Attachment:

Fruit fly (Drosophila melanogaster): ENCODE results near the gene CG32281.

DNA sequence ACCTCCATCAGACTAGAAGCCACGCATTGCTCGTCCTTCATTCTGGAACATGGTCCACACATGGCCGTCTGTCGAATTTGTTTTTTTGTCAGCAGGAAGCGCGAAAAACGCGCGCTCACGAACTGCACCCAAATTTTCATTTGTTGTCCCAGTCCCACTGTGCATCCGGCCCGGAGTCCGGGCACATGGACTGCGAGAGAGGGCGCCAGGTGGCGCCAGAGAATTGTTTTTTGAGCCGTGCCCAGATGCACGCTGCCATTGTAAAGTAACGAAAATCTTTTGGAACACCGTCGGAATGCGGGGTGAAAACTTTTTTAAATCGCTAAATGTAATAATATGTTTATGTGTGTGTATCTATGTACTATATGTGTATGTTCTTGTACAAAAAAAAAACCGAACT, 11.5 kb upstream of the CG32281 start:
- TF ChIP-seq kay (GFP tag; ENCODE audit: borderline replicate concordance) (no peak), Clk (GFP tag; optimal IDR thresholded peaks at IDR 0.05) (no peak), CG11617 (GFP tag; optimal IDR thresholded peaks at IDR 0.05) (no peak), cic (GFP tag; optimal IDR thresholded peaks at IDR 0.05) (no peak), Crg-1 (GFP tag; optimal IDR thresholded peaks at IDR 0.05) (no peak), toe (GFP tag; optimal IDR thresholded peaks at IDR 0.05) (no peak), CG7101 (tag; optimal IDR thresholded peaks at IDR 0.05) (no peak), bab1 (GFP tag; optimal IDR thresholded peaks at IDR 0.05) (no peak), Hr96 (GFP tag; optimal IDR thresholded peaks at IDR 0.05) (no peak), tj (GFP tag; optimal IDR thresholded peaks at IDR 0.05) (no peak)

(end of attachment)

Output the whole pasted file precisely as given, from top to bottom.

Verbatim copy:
Fruit fly (Drosophila melanogaster): ENCODE results near the gene CG32281.

DNA sequence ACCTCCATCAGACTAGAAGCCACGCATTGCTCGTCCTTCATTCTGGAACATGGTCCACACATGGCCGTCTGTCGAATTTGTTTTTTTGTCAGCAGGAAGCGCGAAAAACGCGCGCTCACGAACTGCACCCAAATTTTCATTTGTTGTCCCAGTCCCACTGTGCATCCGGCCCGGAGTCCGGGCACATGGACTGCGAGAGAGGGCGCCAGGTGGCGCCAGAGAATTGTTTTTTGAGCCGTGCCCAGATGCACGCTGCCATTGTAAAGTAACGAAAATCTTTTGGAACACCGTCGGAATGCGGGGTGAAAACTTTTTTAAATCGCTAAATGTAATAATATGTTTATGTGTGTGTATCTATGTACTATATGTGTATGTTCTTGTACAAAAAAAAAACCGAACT, 11.5 kb upstream of the CG32281 start:
- TF ChIP-seq kay (GFP tag; ENCODE audit: borderline replicate concordance) (no peak), Clk (GFP tag; optimal IDR thresholded peaks at IDR 0.05) (no peak), CG11617 (GFP tag; optimal IDR thresholded peaks at IDR 0.05) (no peak), cic (GFP tag; optimal IDR thresholded peaks at IDR 0.05) (no peak), Crg-1 (GFP tag; optimal IDR thresholded peaks at IDR 0.05) (no peak), toe (GFP tag; optimal IDR thresholded peaks at IDR 0.05) (no peak), CG7101 (tag; optimal IDR thresholded peaks at IDR 0.05) (no peak), bab1 (GFP tag; optimal IDR thresholded peaks at IDR 0.05) (no peak), Hr96 (GFP tag; optimal IDR thresholded peaks at IDR 0.05) (no peak), tj (GFP tag; optimal IDR thresholded peaks at IDR 0.05) (no peak)